US Government launches new initiatives to spur innovation for global development
Ashley Bennett, senior policy associate at the GHTC, writes about the new programs announced at a White House event on Wednesday to promote innovation in global development.
Earlier this week, senior Obama Administration officials announced several exciting new programs to support and highlight the power of innovation in global development, including global health research and development (R&D) for new products.
United States Agency for International Development (USAID) Administrator Rajiv Shah announced a partnership, entitled the Higher Education Solutions Network, designed to promote new solutions to global development obstacles. The partnership will create hubs for innovation at US colleges and universities to “create and leverage a virtual network of leading experts who will help USAID solve distinct global development challenges” through ramped up engagement with students and faculty.
Next, Dr. David Kappos, director of the US Patent and Trademark Office (USPTO), unveiled the Patents for Humanity pilot prize competition through Challenge.gov. Patent applicants whose product benefits “humanitarian needs”—including medical technologies—will be eligible to win a certificate good for expedited patent review for an additional product that they would like to submit. The program operates in a fashion somewhat similar to the Priority Review Voucher program at the Food and Drug Administration. An important distinction, though, is that for the USPTO pilot program, the certificates are non-transferrable. This program should help private businesses pursue product R&D for areas of need that they may not necessarily find commercially attractive, which may have applications for global health diseases that predominantly affect populations in developing countries.
“By harnessing the power of science and technology with research and development, Patents for Humanity plays a key role in advancing President Obama’s global development agenda. By collaborating with parts of the world in ways unimaginable just a few years ago, and by unleashing broader prosperity in emerging economies, this important new USPTO initiative demonstrates that the power to innovate is the power to lead, by design, and by solution,” Kappos wrote in a blot post about the program.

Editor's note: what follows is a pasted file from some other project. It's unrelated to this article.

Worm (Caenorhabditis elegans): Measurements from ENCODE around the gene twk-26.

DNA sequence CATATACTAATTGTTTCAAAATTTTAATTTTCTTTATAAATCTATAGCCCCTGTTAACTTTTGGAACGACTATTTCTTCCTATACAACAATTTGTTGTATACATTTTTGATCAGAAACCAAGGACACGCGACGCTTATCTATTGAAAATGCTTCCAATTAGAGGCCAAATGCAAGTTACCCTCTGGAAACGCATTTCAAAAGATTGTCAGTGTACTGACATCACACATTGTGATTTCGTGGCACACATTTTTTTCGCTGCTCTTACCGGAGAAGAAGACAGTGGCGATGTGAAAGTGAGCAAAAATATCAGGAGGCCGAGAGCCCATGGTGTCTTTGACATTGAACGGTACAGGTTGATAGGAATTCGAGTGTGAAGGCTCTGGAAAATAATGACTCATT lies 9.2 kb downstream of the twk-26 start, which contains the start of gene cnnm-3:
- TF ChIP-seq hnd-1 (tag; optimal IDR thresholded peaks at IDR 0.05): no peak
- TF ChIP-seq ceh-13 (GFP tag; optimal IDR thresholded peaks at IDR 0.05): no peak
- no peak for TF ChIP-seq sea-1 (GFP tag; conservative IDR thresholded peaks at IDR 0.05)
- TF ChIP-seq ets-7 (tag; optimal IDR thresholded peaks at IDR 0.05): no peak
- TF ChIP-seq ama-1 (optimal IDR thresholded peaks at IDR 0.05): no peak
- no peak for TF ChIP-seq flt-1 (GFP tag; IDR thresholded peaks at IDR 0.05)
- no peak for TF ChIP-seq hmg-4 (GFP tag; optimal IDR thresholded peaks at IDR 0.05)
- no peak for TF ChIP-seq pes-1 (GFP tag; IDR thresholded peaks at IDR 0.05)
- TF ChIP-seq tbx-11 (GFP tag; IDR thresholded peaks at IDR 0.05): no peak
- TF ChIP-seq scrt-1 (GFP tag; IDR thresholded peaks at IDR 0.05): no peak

Finally, the National Institutes of Health (NIH) launched a new model licensing agreement to accelerate licenses for nonprofit organizations that are engaged in neglected tropical disease (NTD) product development to use certain inventions and compounds from NIH and the FDA laboratories. The scope of the program includes vaccines, drugs, therapeutics, and diagnostics for NTDs as defined by the World Health Organization. The wealth of technology available from these sources has the potential to drastically impact global health product development by expanding the material resources scientists need for their studies. During the launch event, the story of MenAfriVac™, a product developed by GHTC member PATH, was used to demonstrate the power technology transfer has on research for neglected diseases.
“We‘d like to see more of those transactions occur and more non-profits take up our technologies to bring them to the people that most need them in low-income areas of the world,” said Mark Rohrbaugh, director of the NIH Office of Technology Transfer.
In addition to these initiatives for global health research and development, new programs for mobile technology, clean energy, and hybrid seed production were also announced. All of these new programs align with the Administrations overall global development policy, including President Obama’s Presidential Policy Directive (PPD) for development, as well as with the innovation theme outlined in the recent State of the Union address. “A core part of my global development strategy is harnessing the creativity and innovation of all sectors of our society to make progress that none of us can achieve alone,” President Obama said.
President Obama is right. Using the power of innovation from all partners—from the US agencies to academic institutions, not-for-profit groups, and the private sector—can have significant impacts on longstanding global health and development challenges. It’s critical that US policymakers continue this spirit of innovation.